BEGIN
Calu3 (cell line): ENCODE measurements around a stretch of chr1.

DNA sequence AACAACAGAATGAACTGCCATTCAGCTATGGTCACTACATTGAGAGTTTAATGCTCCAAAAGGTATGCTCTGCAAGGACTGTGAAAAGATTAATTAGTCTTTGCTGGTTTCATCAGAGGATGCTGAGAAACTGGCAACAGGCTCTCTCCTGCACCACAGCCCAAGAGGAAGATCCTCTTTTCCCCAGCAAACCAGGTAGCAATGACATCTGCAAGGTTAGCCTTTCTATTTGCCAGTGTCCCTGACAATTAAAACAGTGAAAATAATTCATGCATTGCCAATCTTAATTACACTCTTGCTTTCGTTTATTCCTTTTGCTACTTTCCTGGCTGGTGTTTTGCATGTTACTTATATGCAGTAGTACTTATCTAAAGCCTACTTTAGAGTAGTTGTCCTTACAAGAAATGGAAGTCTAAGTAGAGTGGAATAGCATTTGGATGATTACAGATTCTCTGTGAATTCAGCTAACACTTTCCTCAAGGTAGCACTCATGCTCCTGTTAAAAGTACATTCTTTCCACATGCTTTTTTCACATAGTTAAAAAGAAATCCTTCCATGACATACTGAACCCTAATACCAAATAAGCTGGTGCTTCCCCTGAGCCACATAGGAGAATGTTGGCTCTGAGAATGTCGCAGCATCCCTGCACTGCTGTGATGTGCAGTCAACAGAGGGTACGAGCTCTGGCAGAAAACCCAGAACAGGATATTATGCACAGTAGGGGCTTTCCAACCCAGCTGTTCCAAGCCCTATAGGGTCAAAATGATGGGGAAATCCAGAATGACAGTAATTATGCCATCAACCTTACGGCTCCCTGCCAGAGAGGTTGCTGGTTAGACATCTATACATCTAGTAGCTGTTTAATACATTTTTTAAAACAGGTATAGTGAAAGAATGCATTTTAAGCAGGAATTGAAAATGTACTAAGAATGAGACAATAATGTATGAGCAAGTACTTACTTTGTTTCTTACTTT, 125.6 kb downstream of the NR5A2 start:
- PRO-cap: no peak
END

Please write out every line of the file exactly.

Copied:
Calu3 (cell line): ENCODE measurements around a stretch of chr1.

DNA sequence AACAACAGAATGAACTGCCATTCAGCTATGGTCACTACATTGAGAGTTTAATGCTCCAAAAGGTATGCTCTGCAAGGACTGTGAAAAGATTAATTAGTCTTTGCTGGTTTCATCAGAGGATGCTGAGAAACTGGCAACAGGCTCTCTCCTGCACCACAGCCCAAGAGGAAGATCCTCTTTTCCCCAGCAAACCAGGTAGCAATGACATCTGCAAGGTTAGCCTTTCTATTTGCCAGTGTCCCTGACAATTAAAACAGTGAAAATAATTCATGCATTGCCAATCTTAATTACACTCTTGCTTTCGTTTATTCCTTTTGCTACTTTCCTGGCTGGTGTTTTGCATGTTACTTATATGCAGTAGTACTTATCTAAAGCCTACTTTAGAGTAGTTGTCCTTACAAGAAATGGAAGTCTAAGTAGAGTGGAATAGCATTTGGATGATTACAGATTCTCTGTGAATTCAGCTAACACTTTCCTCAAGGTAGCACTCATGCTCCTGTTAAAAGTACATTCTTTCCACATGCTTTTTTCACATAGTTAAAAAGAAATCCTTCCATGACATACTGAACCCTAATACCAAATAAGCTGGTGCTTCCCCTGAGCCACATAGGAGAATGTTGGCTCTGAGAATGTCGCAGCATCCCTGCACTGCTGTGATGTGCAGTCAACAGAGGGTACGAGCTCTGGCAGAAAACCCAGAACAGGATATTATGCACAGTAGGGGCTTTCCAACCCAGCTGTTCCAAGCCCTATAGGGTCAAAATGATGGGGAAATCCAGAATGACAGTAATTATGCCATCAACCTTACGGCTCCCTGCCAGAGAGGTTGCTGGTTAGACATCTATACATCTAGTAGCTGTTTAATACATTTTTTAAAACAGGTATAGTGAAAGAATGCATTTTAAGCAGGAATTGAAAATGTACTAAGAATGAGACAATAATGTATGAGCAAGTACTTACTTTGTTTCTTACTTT, 125.6 kb downstream of the NR5A2 start:
- PRO-cap: no peak